A controversial bill to require the pre-conviction collection of DNA samples from suspects of serious felonies cleared the Judiciary Committee on Wednesday.

During the meeting Rep. Ernest Hewett, D-New London, called DNA samples the fingerprint of the 21st century and said they are becoming necessary to prove a suspect’s guilt. Hewett told the committee that he previously opposed the measure, but after researching issues around it, he has become a strong supporter.

Some opponents of the bill say taking DNA samples from people who haven’t been convicted of any crime unfairly targets minority groups. But on Wednesday, Hewett said he saw it a little differently.

“It will target minorities. It will target them and give them a fair shot at being exonerated,” he said.

Rep. Gary Holder-Winfield, D-New Haven, said that’s unrealistic.

“There would have to be an active movement of checking whether or not these people are guilty. That’s just not how it works,” he said.

That kind of project takes time and money, he said.

During the committee’s discussion on the measure the associated costs seemed to take a back seat to the idea of “the right thing to do.” But Holder-Winfield said it is his guess that many of the lawmakers who support the DNA collection bill will oppose a measure he penned to improve the reliability of witness testimony. He speculated that during that discussion, concerns over associated costs will trump “the right thing to do,” he said.

The DNA collection measure also presents significant civil liberties issues, he said. Being arrested is not an indication of guilt, so collecting samples from someone who has only been arrested is just as unconstitutional as collecting DNA samples from him, he said. The only difference is that one person was arrested, and the other wasn’t, he said.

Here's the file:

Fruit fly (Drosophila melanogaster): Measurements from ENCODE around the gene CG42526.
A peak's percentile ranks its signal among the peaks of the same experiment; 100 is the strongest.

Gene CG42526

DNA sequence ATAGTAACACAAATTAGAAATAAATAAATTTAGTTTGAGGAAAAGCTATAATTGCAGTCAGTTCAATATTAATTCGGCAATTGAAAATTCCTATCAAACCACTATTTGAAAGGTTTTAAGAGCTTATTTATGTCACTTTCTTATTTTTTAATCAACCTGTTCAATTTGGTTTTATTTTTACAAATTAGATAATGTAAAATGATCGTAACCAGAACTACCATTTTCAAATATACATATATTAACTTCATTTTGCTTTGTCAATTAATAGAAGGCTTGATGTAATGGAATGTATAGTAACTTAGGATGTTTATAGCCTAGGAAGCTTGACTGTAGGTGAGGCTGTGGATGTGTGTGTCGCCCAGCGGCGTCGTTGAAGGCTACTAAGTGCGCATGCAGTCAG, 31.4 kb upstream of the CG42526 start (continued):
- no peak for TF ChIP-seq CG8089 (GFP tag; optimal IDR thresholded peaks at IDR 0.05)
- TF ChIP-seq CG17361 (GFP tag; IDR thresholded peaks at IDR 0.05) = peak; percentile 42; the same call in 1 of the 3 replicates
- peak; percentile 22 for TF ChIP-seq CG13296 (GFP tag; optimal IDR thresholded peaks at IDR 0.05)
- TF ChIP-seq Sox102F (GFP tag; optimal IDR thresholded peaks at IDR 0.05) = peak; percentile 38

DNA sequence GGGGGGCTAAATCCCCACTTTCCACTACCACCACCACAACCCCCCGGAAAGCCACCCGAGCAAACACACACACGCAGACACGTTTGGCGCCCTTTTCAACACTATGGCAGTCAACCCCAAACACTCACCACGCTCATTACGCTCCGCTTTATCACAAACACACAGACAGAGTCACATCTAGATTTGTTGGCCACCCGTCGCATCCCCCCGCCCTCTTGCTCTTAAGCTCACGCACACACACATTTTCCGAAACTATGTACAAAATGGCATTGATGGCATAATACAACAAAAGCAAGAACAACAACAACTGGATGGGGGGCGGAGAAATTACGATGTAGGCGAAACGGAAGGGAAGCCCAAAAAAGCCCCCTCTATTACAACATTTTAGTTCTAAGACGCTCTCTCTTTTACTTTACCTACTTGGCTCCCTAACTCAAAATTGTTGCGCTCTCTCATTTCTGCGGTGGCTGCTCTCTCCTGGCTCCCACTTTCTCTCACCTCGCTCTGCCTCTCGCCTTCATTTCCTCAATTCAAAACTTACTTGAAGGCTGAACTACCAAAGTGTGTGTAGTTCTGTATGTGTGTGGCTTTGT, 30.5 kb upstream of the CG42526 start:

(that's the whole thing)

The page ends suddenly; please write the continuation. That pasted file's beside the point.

After the bill passed with six dissenting voices, Hewett said he was pretty confident that the measure had the votes to clear the committee but was glad he got the opportunity to speak about it again. He said he wasn’t sure whether the measure will be embraced by the rest of the General Assembly, but he said he now he has some time to try and drum up some support in the House.

The committee also passed a bill Wednesday that would allow law enforcement officers to use force to acquire DNA samples from felony inmates who refuse to consent to its collection.

Sen. John Kissel, R-Enfield, said there are 400 convicted felons within Department of Corrections facilities who are refusing to allow the collection of the samples.

“What are they hiding?” both Kissel and Hewett asked.

If even half of them are refusing because they know the samples would connect them to another crime, the state has the opportunity to put 200 cold cases to rest, Kissel said.